What is becoming clear from these ventures is that that people will still pay for music if they have unlimited access and convenience. The success of these new ventures are evident. For example, Spotify, with 10 million paying subscribers, has already received 537.8 million dollars in funding from major Venture Capital firms like technology crossover ventures, AFsquare, Fidelity Ventures and Goldman Sachs, according to Crunchbase. VC’s will see a return on their investment as the business is already showing healthy signs of revenue and can start planning for an initial public offering.

SECURITIZATION OF MUSIC – Monetizing Existing Catalogues

The potential for securitization of music royalties to help finance an artist was first introduced with the Bowie Bonds. In 1997, David Pullman managed to raise $55 million dollars based on the securitization of future royalties from 25 David Bowie albums. The bonds paid an interest of 7.9% and had an average life of ten years. Unfortunately, the value of the bonds began to decline as online music and file sharing grew in popularity, decreasing album sales. This resulted in a downgrade in credit rating to almost junk status by Moody’s in 2004.

More recently, investors have revamped this model – and found more success in the area of securitization – by focusing exclusively on publishing royalties. Investors, such as Round Hill Music, a New York based publishing company, have found that publishing royalties are the most stable area and predictable area of cash flow in the music business. Although record sales have declined precipitously, publishing royalties have remained strong as a result of synchronization licensing and performing rights royalties.

Round Hill Music raised over 50 million dollars for a private equity fund to purchase publishing assets. This fund has many positive characteristics including the stable revenues from the publishing business as well as immediate cash flow to investors. Unlike venture capital, which takes a long time to reach profitability, this type of private equity transaction shows annuity-like cash flows with a reduced J-curve effect. Additionally, music royalty returns are largely uncorrelated to overall public and private equity markets.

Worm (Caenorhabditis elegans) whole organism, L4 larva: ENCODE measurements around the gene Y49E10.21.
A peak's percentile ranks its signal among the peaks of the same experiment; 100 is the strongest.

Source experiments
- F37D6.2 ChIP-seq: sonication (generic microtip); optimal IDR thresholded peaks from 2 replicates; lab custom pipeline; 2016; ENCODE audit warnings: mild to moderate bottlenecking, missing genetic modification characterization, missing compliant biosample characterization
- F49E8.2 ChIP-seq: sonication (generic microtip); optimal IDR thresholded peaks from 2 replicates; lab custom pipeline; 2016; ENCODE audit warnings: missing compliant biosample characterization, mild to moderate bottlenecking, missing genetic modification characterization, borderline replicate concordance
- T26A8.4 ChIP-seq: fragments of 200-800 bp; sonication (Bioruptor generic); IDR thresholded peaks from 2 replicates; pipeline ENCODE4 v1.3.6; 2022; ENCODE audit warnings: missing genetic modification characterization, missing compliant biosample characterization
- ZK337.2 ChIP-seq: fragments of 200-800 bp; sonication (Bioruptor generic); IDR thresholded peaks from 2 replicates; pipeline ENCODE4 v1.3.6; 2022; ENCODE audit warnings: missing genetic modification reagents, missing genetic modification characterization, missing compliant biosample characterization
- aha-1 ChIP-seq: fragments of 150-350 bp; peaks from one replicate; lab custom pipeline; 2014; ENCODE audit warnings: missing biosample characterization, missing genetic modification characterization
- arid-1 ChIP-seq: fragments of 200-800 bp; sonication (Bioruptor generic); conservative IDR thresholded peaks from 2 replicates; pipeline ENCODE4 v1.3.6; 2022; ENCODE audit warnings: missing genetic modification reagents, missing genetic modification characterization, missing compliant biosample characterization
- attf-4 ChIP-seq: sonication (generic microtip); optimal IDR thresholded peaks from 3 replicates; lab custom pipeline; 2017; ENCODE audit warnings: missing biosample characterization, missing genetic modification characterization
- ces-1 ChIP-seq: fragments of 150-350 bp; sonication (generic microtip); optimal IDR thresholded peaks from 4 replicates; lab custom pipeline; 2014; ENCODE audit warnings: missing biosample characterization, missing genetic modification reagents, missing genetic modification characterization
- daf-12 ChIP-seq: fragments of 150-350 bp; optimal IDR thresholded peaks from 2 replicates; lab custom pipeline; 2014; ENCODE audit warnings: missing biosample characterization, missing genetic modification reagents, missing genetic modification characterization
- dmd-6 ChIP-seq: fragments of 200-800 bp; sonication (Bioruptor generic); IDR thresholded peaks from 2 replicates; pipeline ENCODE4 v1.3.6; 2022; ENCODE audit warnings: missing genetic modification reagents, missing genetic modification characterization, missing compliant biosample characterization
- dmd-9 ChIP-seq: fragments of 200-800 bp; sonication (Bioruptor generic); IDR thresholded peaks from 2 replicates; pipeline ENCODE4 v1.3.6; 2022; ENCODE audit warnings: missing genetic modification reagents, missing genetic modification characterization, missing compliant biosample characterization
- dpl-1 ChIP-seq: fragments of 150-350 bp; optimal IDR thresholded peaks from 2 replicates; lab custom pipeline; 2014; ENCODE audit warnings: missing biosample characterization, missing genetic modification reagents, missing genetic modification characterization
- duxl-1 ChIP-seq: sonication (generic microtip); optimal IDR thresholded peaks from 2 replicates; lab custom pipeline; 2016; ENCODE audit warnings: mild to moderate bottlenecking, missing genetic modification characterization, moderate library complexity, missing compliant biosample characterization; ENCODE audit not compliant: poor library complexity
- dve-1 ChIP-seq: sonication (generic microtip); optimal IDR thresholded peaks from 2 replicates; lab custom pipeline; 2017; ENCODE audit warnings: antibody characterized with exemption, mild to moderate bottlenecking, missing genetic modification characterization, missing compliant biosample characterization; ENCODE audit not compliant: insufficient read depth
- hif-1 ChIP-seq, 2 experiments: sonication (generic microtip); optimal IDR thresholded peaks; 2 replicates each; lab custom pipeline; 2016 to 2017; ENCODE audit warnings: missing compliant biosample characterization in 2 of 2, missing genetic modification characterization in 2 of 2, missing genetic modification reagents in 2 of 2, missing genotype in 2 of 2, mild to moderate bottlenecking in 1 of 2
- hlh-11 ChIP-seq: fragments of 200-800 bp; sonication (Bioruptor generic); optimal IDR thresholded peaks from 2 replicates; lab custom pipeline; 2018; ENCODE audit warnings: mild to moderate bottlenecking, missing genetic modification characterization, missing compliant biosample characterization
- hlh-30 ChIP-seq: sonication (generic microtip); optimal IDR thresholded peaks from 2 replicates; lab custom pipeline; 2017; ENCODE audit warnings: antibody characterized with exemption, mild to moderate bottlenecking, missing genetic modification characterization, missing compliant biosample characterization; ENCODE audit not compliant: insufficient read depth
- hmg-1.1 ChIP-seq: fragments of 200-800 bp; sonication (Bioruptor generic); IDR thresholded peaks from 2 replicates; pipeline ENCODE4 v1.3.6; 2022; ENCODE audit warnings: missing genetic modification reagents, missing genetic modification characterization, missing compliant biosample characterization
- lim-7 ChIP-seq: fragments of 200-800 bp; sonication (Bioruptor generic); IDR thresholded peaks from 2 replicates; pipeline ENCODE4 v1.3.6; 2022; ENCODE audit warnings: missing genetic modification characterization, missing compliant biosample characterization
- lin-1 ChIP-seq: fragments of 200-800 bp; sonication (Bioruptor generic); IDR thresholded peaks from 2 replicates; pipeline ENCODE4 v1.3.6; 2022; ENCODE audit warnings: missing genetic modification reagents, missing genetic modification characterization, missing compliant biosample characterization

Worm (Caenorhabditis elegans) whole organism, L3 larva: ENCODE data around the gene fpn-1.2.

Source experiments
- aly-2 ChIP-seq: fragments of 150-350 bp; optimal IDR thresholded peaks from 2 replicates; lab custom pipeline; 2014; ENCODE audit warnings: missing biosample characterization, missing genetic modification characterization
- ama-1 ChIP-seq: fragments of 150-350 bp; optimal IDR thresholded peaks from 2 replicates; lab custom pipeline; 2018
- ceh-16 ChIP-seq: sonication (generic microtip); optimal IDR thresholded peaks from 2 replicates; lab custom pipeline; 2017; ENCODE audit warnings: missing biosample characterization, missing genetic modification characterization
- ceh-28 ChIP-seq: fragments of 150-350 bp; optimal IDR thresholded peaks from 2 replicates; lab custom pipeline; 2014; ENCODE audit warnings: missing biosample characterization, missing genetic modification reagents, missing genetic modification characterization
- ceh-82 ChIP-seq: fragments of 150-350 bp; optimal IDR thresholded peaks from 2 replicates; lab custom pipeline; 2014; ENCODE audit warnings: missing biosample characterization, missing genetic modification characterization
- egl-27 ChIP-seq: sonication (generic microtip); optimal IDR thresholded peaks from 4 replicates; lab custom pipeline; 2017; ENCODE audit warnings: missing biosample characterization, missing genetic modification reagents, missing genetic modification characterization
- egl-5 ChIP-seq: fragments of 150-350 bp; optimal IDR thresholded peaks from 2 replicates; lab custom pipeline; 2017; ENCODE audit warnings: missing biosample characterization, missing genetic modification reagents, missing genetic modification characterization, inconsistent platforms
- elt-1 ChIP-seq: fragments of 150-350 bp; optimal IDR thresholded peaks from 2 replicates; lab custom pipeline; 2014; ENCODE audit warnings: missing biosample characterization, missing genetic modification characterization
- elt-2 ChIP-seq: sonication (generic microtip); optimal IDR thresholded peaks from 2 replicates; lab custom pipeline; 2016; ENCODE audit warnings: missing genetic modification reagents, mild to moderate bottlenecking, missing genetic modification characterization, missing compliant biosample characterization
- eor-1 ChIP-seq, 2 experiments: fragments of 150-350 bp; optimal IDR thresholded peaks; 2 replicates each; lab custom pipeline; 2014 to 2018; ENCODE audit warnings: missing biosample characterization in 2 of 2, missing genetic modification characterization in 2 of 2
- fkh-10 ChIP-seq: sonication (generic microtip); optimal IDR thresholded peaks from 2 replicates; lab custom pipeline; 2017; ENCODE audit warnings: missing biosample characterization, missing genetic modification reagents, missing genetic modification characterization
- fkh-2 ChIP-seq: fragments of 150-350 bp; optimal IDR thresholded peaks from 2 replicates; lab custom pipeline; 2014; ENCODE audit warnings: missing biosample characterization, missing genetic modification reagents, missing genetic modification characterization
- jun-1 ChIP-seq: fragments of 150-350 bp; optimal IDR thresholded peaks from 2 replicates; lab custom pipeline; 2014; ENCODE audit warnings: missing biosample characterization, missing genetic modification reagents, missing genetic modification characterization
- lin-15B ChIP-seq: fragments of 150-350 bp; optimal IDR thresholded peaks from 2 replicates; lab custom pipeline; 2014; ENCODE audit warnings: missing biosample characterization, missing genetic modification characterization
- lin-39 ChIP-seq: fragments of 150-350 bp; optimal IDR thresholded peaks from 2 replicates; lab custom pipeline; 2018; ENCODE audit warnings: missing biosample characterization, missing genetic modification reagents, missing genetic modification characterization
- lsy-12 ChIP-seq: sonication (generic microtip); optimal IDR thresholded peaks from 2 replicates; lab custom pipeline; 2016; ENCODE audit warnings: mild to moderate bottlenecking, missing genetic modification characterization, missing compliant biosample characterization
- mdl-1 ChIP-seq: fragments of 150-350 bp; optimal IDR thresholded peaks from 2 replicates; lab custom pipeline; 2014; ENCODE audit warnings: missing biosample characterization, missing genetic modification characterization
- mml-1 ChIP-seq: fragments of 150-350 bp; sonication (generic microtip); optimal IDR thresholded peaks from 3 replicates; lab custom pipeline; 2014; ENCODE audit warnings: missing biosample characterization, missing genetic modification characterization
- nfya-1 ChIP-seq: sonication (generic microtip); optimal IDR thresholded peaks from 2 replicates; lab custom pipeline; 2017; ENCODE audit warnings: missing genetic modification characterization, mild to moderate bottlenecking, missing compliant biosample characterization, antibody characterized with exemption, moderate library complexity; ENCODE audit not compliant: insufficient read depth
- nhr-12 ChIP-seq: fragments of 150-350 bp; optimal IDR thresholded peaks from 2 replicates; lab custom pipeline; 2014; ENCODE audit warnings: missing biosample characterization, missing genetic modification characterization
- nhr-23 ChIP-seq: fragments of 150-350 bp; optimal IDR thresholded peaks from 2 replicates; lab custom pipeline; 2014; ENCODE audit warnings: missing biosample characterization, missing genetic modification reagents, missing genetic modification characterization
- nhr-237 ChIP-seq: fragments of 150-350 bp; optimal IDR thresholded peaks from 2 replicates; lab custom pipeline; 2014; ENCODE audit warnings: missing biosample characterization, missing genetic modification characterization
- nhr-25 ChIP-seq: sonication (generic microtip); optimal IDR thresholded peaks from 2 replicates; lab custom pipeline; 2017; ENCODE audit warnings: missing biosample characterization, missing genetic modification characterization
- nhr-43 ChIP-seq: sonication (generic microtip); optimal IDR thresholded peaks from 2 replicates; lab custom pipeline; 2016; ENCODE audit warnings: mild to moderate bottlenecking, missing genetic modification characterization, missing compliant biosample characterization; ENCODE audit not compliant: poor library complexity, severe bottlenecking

In The Future of Music, authors David Kusek and Gerd Leonhard predict that the publishing business will develop into the biggest source of revenue for musicians when intellectual property rights become less restrictive. They write,  “Once the mechanisms of performance royalty collection are adapted to address the new modes of song usage, performance royalty collection and publishing will take the lead as the primary source of revenue for musicians.” One can already see traces of this when we look at the flourishing ringtone business, music for video games, and synchronization income that stems from digital media products.”


In a recent landmark study, Edison Research found that, “America is in a golden age of audio consumption and that Americans spend roughly a fourth of their waking day listening to some sort of audio.” Despite the decline of the record industry, we are currently living through one of the most interesting times in the history of music where opportunities are rife to capitalize on our cultures intense passion for music. With innovative new ways of financing – including securitization of music, funding new technologies, and crowdsourcing – an influx of private equity and venture capital dollars are helping to usher us into this new age.

By Ryan Stotland